Hypothyroidism and exercise fatigue

6 Ways Exercise Can Help You Manage Hypothyroidism


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Living with hypothyroidism can sometimes feel like a vicious cycle: The condition can cause symptoms like fatigue, achy joints, and weight gain. Weight gain can lead to achy joints and fatigue. And fatigue and achy joints can make exercise a chore. What’s more, as anyone with hypothyroidism knows, you may experience times when you feel that you don’t have the energy to move. Yet because it can help manage symptoms — including fatigue, weight gain, and joint stiffness — regular exercise plays a vital role in your hypothyroidism management plan.

While physical therapists say there’s no one regimen that’s perfect for everyone, they all agree that getting regular exercise — even at the most moderate levels — is important for anyone with hypothyroidism. Not only does regular exercise help with symptom management but it can also boost your metabolism.

The good news: You don’t have to run a marathon to reap the benefits of exercise. Ann Wendel, a physical therapist and certified athletic trainer, and the owner of Prana Physical Therapy in Alexandria, Virginia, encourages patients with hypothyroidism to start slowly, with stretching and weight-bearing exercises, and then increase their activity level as their tolerance grows.

It’s important, however, to avoid the temptation to push yourself. Too often, Wendel says, she sees patients who trigger exhaustion in an effort to lose the weight brought on by hypothyroidism. “You can’t push through that kind of fatigue,” she says. “You have to very gradually increase what your body is able to tolerate.” In place of running, or other high-impact aerobic exercises that would normally lead to weight loss, Wendel recommends that you begin with low-impact exercises — such as swimming and walking — as well as weight-bearing exercises.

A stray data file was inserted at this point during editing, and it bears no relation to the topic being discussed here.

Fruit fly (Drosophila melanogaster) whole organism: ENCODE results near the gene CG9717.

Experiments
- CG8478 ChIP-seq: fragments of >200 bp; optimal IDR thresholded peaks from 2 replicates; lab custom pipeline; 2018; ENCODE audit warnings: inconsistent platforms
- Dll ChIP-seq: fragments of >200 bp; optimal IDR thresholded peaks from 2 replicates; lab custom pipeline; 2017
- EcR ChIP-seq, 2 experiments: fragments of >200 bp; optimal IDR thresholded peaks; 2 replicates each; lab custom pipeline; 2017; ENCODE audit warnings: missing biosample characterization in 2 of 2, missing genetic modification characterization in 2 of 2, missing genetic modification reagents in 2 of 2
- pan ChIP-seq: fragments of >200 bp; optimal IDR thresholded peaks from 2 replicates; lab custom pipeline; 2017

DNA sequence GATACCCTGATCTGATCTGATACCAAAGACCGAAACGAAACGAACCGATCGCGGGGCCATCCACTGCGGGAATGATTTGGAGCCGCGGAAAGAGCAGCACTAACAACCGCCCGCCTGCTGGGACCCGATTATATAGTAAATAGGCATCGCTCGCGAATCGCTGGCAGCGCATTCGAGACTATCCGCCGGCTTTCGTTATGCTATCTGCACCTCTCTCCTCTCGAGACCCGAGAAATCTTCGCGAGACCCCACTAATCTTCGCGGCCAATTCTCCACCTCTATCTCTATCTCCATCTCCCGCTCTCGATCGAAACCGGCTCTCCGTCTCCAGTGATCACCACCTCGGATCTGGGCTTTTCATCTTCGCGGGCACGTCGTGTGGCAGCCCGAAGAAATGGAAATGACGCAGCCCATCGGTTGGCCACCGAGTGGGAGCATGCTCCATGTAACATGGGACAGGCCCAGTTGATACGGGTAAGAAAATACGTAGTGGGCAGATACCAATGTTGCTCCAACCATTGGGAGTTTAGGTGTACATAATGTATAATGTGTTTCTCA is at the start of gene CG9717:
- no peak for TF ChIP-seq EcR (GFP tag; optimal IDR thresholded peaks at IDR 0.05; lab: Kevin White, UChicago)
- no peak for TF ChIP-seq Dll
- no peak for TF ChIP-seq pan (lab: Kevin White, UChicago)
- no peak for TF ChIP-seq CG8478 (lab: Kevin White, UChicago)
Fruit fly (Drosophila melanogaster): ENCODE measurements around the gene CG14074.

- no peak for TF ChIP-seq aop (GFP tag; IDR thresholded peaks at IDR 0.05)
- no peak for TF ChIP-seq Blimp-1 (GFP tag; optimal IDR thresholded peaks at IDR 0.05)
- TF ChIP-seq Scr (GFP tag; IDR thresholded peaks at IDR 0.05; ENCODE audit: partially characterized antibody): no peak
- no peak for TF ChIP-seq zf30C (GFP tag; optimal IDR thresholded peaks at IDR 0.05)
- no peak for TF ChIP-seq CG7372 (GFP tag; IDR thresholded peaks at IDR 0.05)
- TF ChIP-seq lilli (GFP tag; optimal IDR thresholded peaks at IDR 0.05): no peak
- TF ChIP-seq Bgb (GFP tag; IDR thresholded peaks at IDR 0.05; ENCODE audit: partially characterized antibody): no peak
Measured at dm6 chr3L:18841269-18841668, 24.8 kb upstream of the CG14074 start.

Courteney Bealko, a physical therapist certified in mechanical diagnostic therapy and the owner of Active Physical Therapy in Seattle, knows a thing or two about using exercise to manage hypothyroidism. Not only does she counsel people with the condition but she’s been her own test subject: Bealko was diagnosed with Hashimoto’s disease, an autoimmune disease that is the most common cause of hypothyroidism in the United States, at age 14. Through the years, she says, daily exercise helped boost her metabolism and eventually enabled her to lower her dosage of hypothyroidism medication. The more she exercises, the less fatigued she feels.

Bealko urges those with hypothyroidism to exercise five to seven days a week whenever possible — and she emphasizes that exercise doesn’t have to be the high-intensity variety. Walking, using an exercise bike, or swimming is sufficient.

“Keeping exercise levels up is generally going to help with any muscle weakness that may have set in, and with general fatigue,” says Bealko. “Just getting the heart rate up — and it only has to be 50 percent of max heart rate — helps, because one of the side effects of hypothyroidism is depression, and exercise can help with depression.” In addition, says Bealko, lower-impact exercise, such as weight training and yoga, also builds muscle, which actually aids in weight maintenance.